22:30Different incentives to go to war in democracies vs. autocracies. Democratic leaders will almost certainly be deposed if they lose a war, which makes them very selective about picking their battles, and, if a war turns out to be difficult, they increase their effort. Autocratic leaders, since they are judged by goodies to their cronies, are willing to fight in broader swath of circumstances, more likely to find themselves in trouble in war, and less likely to put in extra resources. WWII example, Germany. Benefits from war also differ between democratically elected leaders versus autocratically supported leaders. Autocrats tend to fight wars to seek to increase their resource bases because they are running their economies down and have to pay cronies.
    32:17Why the recent bellicose stances in countries like Venezuela and Iran? Are they just run by madmen? Nuclear weapons program in Iran supported by young professionals, while state of economy has gotten run down. Mahmoud Ahmadinejad is bolstering his constituent base by finding an issue with popular support. Hugo Chavez in Venezuela attempted a failed coup as a military leader and is bolstering his newly-found constituency. If you control the ability of people to assemble you can control the media and secure your hold on power. Oil wealth allows a semblance of looking populist by not increasing taxes. In all dictatorship cases, it's easier to point to an outsider as the source of internal problems than to accept responsibility, so the U.S.'s economic success makes it a target of rhetoric. Is Iran's nuclear policy unduly risky?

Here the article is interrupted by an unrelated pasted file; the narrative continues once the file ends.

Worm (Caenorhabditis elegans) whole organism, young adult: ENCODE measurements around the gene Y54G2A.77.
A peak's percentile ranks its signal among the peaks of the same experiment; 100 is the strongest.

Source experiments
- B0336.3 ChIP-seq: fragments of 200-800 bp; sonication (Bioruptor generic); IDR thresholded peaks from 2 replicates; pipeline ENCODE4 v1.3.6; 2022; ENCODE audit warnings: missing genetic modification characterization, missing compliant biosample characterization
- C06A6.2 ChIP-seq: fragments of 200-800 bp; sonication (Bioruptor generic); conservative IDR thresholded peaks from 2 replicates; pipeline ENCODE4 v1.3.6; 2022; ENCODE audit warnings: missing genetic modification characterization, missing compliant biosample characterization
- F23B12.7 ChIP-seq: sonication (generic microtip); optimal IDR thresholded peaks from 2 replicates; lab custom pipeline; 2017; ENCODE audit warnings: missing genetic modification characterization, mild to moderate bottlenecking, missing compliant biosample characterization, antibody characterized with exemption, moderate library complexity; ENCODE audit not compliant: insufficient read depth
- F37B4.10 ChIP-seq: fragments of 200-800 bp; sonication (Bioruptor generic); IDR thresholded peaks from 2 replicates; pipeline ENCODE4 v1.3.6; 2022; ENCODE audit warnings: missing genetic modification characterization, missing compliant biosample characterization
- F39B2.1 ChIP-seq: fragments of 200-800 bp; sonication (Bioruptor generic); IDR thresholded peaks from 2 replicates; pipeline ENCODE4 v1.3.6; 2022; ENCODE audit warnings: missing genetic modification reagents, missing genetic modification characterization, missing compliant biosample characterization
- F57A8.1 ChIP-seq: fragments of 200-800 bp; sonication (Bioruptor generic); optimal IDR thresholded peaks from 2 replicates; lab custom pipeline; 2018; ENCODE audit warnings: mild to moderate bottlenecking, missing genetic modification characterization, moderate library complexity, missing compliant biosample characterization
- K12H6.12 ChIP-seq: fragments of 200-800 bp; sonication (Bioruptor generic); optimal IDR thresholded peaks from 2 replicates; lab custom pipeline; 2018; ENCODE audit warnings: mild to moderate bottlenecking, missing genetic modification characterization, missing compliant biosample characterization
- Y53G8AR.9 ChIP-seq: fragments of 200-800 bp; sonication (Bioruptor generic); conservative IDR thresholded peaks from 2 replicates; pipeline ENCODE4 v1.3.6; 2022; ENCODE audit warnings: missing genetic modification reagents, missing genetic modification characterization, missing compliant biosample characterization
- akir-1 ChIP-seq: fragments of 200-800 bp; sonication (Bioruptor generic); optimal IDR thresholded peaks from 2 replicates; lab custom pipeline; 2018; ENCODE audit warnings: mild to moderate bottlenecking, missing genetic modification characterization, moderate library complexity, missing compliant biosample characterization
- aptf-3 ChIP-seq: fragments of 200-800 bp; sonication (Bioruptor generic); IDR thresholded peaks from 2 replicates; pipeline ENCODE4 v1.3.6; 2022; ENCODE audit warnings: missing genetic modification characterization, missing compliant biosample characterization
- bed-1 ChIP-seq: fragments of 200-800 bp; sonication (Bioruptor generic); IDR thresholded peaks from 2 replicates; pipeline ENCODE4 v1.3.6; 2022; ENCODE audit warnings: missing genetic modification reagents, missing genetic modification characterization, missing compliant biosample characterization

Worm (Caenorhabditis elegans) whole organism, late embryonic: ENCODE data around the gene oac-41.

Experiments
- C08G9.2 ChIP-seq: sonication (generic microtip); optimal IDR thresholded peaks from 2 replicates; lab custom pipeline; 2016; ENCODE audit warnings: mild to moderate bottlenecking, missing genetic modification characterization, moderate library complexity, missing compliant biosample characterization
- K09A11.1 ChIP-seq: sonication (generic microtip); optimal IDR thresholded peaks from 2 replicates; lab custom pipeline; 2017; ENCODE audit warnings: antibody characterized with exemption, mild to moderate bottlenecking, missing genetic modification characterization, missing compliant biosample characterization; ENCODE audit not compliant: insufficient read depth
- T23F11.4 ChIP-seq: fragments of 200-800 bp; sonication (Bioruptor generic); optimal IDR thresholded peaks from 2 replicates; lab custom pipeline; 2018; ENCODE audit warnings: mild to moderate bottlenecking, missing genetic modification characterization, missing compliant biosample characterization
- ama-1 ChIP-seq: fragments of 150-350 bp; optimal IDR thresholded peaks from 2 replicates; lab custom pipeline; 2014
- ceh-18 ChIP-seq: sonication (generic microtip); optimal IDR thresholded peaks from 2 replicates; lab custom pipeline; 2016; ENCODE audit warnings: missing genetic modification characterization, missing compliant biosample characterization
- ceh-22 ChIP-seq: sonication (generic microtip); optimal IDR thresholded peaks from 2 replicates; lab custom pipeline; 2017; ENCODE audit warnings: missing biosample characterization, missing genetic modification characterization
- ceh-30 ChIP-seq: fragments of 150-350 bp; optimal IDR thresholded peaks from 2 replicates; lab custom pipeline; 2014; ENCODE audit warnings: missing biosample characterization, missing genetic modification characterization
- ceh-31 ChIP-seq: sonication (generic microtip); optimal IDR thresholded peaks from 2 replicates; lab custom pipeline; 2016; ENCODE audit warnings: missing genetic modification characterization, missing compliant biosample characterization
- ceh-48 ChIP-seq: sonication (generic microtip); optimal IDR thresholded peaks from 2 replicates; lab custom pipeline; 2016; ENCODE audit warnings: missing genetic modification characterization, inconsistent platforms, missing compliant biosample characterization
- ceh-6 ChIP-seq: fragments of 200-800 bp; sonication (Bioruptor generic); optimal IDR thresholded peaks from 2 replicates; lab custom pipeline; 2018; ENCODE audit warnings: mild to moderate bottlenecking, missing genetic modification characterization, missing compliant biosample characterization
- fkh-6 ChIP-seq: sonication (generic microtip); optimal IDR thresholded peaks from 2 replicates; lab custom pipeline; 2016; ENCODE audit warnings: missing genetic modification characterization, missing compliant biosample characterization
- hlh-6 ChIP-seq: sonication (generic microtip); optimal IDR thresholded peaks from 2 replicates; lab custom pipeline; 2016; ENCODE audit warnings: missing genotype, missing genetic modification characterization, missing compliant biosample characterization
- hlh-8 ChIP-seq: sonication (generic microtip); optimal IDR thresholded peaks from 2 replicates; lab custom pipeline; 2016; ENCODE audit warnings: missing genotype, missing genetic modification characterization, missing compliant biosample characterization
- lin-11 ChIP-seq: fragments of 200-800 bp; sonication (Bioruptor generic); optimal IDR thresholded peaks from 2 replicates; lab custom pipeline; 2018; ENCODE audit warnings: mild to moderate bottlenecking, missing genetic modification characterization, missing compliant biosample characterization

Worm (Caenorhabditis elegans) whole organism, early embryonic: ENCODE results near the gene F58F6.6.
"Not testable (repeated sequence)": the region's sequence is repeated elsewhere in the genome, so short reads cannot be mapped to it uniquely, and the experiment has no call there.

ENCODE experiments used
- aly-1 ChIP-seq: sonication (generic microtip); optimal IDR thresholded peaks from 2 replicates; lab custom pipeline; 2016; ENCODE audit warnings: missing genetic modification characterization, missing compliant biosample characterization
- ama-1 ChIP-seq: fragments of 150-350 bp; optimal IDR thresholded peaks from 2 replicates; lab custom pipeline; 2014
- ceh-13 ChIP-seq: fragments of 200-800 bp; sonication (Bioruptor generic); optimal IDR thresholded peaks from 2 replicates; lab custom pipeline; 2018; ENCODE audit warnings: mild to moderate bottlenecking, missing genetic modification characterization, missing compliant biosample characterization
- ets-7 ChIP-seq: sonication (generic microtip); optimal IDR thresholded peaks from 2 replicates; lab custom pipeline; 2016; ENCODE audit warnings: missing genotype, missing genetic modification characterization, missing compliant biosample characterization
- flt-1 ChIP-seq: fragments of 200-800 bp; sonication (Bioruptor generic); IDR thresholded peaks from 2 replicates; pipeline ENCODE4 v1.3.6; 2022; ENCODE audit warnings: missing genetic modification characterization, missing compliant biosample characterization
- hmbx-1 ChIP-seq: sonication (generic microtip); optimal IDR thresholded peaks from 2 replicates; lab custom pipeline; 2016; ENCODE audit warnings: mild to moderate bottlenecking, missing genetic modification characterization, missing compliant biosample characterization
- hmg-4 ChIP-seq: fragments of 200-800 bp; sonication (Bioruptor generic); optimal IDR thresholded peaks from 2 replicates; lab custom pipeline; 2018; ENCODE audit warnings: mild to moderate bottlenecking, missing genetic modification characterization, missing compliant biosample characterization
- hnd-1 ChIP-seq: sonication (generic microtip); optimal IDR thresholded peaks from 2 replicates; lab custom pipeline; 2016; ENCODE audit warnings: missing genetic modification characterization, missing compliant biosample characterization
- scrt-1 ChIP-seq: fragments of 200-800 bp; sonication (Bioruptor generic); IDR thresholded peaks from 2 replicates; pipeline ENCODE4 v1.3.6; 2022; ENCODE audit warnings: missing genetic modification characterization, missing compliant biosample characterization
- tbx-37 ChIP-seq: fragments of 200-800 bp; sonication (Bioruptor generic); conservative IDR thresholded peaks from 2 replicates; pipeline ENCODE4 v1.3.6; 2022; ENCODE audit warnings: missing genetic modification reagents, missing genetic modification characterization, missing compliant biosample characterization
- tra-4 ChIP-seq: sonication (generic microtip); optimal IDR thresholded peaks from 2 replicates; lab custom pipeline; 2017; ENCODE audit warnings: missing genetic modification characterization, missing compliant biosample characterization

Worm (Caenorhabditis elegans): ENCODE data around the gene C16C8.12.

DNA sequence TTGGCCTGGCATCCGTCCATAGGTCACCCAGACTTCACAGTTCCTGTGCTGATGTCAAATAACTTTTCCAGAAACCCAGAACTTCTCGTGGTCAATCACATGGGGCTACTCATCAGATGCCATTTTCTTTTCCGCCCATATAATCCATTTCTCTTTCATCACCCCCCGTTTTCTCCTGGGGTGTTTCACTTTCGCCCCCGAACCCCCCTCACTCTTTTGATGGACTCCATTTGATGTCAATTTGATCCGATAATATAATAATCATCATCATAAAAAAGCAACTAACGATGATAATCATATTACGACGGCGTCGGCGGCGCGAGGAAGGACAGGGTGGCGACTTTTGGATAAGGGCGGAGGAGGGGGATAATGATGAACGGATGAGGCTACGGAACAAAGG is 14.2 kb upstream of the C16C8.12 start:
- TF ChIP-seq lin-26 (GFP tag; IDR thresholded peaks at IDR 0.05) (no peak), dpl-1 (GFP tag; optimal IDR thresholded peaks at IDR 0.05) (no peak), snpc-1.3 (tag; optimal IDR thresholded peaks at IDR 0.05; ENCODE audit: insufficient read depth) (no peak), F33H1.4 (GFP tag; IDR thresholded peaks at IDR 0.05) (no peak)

42:40What's a real democracy? Is the world becoming more democratic? Market economies vs. democracy: Autocrats have learned that market economies and growth can sustain them. Are elections the solution? Charlie Rose, Egypt example. Requirements for democracy: 1. Are people free to assemble? 2. Are the media free to report? (Japan is an example where media are not that free! Egypt, Haiti worse.) 3. Is the vote balance counted by a non-partisan, neutral presence? It's not enough to only satisfy number 3., neutral vote-counting. Russia example--neutral vote-counting is not enough. Short run solutions don't conform to long run solutions.
    48:19China example--free markets may not be enough. Information flow, growth statistics, labor laws. Foreign private investors up. But is life really changing for the average person in China?
    59:30What policies could the U.S. follow to help? Nigeria example--British petroleum workers are brought in to Nigerian oil fields but Nigeria doesn't train their own people. Window of opportunity. Dictators in their first two or so years die in their sleep or are overthrown when it is discovered they have a terminal illness. Free assembly and free press can be put into place during this window. Linking aid to those two pillars during that window may help make genuine democracy and ultimately prosperity persist. Cuba.
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    Posted by Russ Roberts